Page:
Doctor Jan Taler was a man who made a trading voyage to Japan on the Osprey as the surgeon's mate. In 1658, the ship was caught in a storm and blown off course where it was wrecked on the rocks of Kangetsujima, an island in the Inland Sea. Taler managed to dive clear and make his way ashore before he passed out. When he awoke, he found himself being tended to by Buddhist monks, who nursed him back to health.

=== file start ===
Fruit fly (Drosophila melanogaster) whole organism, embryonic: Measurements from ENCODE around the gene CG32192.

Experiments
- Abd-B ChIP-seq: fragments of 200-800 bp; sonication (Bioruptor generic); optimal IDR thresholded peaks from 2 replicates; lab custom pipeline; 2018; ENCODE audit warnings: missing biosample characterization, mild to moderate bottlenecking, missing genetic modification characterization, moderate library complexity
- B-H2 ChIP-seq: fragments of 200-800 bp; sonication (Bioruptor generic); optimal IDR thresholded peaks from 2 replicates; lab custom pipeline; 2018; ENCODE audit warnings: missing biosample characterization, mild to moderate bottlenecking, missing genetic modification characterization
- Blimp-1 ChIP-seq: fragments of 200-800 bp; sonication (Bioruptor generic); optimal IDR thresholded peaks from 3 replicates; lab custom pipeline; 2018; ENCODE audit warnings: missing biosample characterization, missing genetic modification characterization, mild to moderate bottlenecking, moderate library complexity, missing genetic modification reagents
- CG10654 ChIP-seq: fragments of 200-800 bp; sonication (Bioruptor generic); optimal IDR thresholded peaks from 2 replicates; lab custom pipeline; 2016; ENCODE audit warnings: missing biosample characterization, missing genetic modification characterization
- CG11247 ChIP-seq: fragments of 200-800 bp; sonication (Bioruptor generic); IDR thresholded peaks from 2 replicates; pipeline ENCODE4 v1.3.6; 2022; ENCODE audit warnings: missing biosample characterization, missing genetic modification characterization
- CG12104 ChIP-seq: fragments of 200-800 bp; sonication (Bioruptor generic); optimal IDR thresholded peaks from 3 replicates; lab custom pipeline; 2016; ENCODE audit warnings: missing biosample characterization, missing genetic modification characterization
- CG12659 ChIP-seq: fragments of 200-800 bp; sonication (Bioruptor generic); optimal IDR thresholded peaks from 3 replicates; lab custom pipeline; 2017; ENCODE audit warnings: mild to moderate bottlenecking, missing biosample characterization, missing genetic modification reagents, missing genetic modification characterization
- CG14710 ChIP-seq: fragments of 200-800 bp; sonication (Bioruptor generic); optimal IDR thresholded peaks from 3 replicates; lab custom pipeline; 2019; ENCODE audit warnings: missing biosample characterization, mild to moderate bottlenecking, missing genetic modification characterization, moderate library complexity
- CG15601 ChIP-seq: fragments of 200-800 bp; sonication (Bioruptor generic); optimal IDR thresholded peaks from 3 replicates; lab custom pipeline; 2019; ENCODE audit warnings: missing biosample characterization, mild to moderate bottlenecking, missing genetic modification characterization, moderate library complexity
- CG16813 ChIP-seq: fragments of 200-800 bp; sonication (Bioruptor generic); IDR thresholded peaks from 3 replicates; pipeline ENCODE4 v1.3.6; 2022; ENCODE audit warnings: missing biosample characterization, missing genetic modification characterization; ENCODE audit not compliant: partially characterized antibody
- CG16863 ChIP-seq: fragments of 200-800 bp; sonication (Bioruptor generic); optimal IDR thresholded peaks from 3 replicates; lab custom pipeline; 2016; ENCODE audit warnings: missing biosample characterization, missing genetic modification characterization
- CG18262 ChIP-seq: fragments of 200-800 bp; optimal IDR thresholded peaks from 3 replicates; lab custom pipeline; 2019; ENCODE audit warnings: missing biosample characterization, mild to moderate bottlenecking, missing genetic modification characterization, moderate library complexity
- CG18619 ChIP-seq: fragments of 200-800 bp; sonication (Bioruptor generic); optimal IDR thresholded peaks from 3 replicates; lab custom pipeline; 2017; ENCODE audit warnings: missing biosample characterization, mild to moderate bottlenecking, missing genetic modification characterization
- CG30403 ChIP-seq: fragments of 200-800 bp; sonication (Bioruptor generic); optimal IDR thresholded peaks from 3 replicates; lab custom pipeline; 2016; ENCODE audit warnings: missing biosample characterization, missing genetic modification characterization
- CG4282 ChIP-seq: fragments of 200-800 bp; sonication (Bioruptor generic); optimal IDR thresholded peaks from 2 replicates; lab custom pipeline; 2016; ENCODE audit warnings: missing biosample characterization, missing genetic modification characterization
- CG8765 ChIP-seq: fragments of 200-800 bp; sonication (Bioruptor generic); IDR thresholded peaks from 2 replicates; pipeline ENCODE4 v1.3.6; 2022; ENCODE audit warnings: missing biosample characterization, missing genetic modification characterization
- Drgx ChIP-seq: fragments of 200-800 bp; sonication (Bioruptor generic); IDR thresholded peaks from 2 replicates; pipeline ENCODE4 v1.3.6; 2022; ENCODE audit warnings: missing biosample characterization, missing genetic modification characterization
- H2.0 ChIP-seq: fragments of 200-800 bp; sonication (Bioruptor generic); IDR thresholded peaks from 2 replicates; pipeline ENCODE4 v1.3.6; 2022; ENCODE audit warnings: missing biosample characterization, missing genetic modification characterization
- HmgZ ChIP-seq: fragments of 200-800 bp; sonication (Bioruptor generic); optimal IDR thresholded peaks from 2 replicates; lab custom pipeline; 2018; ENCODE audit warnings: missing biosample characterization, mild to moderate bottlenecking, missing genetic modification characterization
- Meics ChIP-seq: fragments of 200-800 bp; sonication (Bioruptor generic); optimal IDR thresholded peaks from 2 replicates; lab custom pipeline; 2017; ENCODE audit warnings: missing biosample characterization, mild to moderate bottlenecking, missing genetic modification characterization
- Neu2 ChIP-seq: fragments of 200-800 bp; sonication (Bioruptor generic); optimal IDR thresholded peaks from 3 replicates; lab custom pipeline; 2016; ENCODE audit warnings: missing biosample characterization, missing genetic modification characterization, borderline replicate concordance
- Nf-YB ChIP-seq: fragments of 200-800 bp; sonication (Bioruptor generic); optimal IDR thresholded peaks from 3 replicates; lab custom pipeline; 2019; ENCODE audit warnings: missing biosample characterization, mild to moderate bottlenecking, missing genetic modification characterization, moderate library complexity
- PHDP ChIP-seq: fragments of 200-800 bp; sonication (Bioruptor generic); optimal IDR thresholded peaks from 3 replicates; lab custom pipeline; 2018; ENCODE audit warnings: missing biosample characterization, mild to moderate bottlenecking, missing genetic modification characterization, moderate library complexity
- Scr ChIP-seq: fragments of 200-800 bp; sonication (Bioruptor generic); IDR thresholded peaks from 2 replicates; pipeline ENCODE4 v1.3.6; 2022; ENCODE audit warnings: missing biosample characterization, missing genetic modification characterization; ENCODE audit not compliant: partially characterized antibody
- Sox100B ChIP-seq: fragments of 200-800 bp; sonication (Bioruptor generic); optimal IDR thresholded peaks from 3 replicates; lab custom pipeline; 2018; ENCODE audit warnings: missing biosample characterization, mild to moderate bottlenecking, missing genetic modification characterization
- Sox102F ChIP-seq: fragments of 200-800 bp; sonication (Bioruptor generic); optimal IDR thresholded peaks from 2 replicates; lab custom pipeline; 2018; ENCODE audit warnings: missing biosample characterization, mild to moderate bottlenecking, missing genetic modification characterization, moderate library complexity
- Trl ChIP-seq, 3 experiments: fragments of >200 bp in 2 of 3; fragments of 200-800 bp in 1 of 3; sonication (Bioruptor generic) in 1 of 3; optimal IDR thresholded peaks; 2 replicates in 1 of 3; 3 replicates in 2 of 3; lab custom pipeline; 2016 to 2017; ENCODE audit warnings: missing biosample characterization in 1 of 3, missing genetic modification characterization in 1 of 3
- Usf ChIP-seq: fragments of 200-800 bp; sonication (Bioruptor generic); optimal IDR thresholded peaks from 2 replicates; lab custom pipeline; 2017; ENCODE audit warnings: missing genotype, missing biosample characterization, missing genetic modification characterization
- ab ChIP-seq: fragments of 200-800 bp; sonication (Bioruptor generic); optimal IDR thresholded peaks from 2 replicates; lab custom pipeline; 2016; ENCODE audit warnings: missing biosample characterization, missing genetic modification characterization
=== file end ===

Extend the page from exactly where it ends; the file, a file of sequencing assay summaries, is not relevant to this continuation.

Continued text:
When he was well enough, Taler discovered the statue of a samurai. He was told the story of Yashaken and the last days of Nishimori by a dying monk. A few days later, Taler managed to signal a Dutch vessel and returned to Portsmouth. By 1665, Taler became a doctor and relayed the story of Nishimori in a letter to his sister, Anna.
Over time the letter found its way to a New York antique shop as part of the "Surgeon's Box" where it was collected by archaeologist Professor Charles Crichton who became intrigued by it while preparing to venture to Japan on an expedition.